Historically, the standard surgical technique placed the incision directly anterior to the tumor. Today, oncoplastic surgery, with tissue mobilization and scars unaligned to the tumor bed, has gained acceptance, with a recent metaanalysis of several studies documenting its safety . Therefore, given that scar placement does not need to be anterior to the tumor, patients can be offered lumpectomy through a less visible scar that reduces the surgical imprint. Anatomically ideal locations include the axillary fossa, periareola border, and inframammary fold. Current surgical techniques and operating room technologies enable surgeons often to perform complete tumor excision with clear margins through remotely placed incision(s) . Whether the procedure is lumpectomy or mastectomy, placement of the incision in an anatomically ideal location might reduce the consequences of surgical scars, while still accomplishing the goal of complete tumor excision. But our survey suggests that many women may not have been informed about the options of hidden-incision lumpectomy or nipple-sparing mastectomy (Fig. 2), consistent with the broader deficits in pre-operative informing that we reported previously .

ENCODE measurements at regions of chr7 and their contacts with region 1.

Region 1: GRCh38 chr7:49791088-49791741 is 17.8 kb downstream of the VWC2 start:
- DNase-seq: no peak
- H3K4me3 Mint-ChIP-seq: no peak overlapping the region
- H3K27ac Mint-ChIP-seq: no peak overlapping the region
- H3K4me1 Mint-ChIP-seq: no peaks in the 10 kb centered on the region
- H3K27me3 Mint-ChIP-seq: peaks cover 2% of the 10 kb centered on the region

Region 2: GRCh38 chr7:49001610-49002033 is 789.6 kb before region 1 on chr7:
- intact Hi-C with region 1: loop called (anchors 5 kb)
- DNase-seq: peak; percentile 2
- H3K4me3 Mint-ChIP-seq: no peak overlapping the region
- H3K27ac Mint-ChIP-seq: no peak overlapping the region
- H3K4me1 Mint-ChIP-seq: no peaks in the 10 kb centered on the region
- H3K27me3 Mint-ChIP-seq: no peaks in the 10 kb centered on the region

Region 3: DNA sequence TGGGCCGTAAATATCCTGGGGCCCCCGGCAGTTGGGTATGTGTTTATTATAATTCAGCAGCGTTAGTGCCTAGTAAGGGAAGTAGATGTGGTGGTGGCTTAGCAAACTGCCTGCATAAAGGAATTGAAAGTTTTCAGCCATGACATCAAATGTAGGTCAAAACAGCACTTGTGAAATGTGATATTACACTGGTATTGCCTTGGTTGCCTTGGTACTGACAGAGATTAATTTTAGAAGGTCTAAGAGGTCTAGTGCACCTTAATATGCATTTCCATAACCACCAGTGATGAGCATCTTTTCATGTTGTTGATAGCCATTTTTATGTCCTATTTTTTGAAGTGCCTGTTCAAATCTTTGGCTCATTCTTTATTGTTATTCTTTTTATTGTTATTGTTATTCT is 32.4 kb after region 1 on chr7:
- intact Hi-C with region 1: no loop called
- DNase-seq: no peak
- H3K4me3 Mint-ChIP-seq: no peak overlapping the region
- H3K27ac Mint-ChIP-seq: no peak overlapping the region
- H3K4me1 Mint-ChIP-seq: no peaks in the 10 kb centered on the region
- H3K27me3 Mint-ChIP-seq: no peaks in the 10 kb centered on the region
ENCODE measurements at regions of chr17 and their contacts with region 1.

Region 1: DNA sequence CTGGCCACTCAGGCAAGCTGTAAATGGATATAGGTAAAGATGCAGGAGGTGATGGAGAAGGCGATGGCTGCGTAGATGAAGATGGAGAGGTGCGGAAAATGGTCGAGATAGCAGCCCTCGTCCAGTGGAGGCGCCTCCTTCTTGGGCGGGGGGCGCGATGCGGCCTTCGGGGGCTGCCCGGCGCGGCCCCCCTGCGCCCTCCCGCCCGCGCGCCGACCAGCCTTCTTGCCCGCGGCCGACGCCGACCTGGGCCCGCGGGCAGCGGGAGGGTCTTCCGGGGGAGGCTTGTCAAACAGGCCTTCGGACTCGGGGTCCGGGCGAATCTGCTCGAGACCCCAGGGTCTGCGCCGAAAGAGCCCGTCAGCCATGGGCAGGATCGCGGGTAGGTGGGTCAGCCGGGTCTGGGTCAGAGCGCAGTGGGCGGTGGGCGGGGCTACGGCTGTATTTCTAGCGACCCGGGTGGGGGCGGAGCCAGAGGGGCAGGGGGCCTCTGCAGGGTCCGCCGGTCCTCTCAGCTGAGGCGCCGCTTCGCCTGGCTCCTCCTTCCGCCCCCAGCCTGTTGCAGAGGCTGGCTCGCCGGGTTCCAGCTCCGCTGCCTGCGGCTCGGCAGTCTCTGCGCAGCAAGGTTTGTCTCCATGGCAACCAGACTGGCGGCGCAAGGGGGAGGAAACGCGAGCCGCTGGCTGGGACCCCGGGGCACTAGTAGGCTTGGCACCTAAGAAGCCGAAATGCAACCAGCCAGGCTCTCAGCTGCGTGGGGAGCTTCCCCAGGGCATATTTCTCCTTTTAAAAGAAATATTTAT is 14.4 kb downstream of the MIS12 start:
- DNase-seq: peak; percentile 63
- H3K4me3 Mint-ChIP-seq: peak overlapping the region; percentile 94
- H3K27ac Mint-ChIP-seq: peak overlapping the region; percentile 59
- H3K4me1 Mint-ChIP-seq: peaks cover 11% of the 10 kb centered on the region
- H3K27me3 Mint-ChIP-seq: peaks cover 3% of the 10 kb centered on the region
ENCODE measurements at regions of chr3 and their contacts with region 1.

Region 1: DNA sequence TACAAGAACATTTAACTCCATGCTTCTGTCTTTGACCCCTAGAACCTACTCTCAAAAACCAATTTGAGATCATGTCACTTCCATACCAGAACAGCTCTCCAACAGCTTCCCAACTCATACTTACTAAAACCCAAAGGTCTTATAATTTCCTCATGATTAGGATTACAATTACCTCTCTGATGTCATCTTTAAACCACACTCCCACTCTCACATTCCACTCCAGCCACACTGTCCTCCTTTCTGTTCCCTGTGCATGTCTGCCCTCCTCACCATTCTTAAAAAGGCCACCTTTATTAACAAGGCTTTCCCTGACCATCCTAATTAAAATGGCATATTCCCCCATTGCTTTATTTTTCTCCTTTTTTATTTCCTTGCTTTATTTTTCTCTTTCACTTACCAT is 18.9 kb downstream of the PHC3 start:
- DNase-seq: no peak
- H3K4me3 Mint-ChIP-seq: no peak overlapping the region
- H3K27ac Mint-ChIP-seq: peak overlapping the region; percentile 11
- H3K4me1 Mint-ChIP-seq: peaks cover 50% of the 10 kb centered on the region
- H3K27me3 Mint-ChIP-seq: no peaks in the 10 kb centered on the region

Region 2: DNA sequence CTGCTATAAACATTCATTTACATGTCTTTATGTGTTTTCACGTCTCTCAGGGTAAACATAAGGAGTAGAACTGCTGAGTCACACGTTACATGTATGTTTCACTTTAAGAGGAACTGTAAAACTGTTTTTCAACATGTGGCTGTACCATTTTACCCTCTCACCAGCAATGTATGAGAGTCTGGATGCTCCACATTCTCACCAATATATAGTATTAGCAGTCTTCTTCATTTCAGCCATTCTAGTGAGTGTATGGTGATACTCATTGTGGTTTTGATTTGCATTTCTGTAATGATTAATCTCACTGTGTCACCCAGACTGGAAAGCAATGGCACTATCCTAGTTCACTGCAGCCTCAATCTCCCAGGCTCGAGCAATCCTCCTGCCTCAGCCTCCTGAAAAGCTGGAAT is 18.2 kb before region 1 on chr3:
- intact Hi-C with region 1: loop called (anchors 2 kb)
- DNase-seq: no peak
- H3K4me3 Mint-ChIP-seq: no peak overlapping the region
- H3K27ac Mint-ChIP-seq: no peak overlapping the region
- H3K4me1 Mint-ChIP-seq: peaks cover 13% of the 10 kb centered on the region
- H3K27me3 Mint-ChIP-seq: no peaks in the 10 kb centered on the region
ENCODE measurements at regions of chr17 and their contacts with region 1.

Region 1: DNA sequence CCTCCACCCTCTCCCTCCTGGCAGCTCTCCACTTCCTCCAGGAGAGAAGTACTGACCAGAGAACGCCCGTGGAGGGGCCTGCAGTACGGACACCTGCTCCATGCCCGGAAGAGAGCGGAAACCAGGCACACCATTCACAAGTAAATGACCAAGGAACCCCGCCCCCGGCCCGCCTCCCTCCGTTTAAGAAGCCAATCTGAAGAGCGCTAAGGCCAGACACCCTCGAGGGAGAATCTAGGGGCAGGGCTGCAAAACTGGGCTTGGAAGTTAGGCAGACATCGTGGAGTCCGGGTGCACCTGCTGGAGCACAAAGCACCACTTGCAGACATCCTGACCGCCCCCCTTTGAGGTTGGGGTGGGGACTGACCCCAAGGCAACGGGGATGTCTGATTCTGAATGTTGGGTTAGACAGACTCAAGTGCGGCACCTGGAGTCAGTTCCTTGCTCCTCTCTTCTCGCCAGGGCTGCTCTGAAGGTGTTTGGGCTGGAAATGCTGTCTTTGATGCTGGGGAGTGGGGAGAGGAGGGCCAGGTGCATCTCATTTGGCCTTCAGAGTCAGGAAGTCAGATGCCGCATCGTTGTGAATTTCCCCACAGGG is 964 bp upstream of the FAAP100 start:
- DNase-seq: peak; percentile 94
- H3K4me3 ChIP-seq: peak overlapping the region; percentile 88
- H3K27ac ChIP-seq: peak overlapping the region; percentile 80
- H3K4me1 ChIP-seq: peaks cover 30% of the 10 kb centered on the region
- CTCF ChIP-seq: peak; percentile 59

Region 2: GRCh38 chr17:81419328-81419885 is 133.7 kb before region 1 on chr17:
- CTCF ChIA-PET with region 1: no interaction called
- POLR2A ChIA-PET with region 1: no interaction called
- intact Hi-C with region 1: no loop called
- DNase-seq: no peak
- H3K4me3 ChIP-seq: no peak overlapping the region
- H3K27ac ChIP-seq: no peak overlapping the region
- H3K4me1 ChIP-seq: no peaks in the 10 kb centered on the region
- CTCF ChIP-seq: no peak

The study limitations and strengths have been discussed previously . Briefly, the main limitations are that this survey: 1) was cross-sectional not longitudinal, 2) was conducted at one brief time without any relation to the respondents’ surgical dates, 3) may not be generalizable to many kinds of breast cancer patients who demographically could not possibly have participated in this survey, 4) may have had a selection bias against women in poorer health, 5) used an unvalidated questionnaire, and 6) relied upon self-reported medical information. Additionally for this paper: 7) the specific surgical techniques actually used, (including oncoplasty, nipple-sparing mastectomy, reconstruction, etc.) remain unknown; 8) this survey did not assess objective physical characteristics of the patients’ scars , functional impairment, pain, or other physical sensations  for further analysis in relation to the reported subjective impact of the scars; and 9) this study was not designed to assess their preoperative body image and psychosocial state, which may also have influenced their reactions to the surgical scar. The study strengths, again only briefly summarizing, are that this survey: 1) provides the valuable patient perspective, 2) was nationwide in the United States and representative for many demographic variables, 3) was administered by an established surveying firm using a carefully worded questionnaire, 4) achieved sufficiently high rates of participation and completion, 5) had no missing data, and 6) yielded 95% CIs with sufficient narrowness that the conclusions would not change anywhere within those ranges. A previous report provides fuller explanations about these methodological aspects .